Steve Bruce keeps his fingers crossed after admitting to England interview
Hull boss Steve Bruce has confirmed he has been interviewed by the Football Association about the vacant England manager's job.
The Tigers had earlier described the contact as "informal discussions", but Bruce revealed he had been in an interview which he hoped "went okay".
Hull s ay no official approach has been made by the FA and have echoed Sunderland, whose manager Sam Allardyce remains the front-runner despite developments, in calling for a swift decision.
And if Bruce, who is still manning Hull's pre-season preparations, gets his wish it will be him who gets the nod later this week.
"I never quite made it as a player, who wouldn't (want it)?" he said on Sky Sports News ahead of the Tigers' friendly at Mansfield. "If you're English and it means something to you, who wouldn't?.
"It has to be the prime job that any Englishman would want to have. Yes it's difficult, we know that, but there's something in you.
"I am highly flattered to be even considered and extremely grateful to be considered. If anything happens, let's see what the rest of the week brings and if it does then happy days.
"In an interview you never know, I hope it went okay, I got my point across and let's hope it was successful.
"But then again I am up against a big pal of mine in Sam, who has always had a good job over the years. Apparently there are some other candidates who are there too and to be in the mix I am highly flattered because any Englishman worth their salt would be extremely, extremely proud to be England manager.
"What I said to them in the interview has to remain there. But we have to take away the fear in tournaments, somehow. We have only won one of our last seven games in tournaments and we have got some good players...t hat has to be the main thing."
Bruce's admission contradicts an earlier statement from his club, which said there had been no formal interview, but the Yorkshire club are calling for a quick resolution.
It read: "The club can confirm that manager Steve Bruce has held informal discussions regarding the England vacancy, although no official approach has been received from the FA.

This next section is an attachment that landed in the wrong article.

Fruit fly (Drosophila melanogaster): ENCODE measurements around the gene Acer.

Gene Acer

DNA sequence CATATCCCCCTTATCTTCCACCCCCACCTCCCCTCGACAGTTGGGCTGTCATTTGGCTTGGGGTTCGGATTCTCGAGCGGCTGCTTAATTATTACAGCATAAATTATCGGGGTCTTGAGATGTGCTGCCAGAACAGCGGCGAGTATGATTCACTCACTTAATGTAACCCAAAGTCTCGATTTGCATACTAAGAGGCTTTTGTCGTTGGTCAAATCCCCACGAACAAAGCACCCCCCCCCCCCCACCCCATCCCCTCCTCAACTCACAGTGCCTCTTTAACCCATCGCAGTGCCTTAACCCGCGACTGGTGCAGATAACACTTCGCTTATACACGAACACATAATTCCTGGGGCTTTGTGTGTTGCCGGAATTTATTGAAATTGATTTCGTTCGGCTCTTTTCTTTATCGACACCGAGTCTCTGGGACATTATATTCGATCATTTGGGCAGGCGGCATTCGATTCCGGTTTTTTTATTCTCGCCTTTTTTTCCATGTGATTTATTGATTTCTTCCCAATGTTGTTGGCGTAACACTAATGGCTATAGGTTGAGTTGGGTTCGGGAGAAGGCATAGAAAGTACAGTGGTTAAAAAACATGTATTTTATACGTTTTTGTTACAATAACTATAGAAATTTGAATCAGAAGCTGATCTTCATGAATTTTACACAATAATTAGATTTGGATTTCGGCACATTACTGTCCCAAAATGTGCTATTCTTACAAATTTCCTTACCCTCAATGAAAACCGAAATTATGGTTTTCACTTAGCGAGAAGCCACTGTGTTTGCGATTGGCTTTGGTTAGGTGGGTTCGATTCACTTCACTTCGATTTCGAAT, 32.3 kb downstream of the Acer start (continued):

"We would hope to see the FA conclude their business quickly in order to avoid further speculation regarding Steve ahead of what is a season of huge importance for the club following our return to the Premier League."
Allardyce was the subject of an official approach and subsequently held talks with the three-man panel of FA technical director Dan Ashworth, chief executive Martin Glenn and vice-chairman David Gill last week.
He is heavy favourite for a job he came to close to landing a decade ago, but Bruce remains under consideration.
Like Allardyce, he is an experienced home-grown coach who has made his reputation at the lower end of the Premier League.
His coaching career began with brief assignments at Sheffield United, Huddersfield, Wigan and Crystal Palace but he put a reputation for itchy feet behind him during a largely successful six-year stay at Birmingham.
He went on to manage Wigan and Sunderland before joining Hull, where he has overseen two promotions to the Premier League, one relegation and a first ever FA Cup final appearance in 2014.
As a player, Bruce was a highly decorated captain of Manchester United and was rated as one of the finest players never to be capped by England.
Eddie Howe, the 38-year-old Bournemouth manager, has also been discussed as a youthful candidate, while German great Jurgen Klinsmann appears to be the last overseas option standing.
The FA's interview process began last week and, with a board meeting scheduled for Thursday, events could be building to a head.
The new manager's first match will be a Wembley friendly on September 1, three days before the World Cup qualifier in Slovakia.
Discussions with possible opponents are already under way and may be concluded before the managerial position is filled.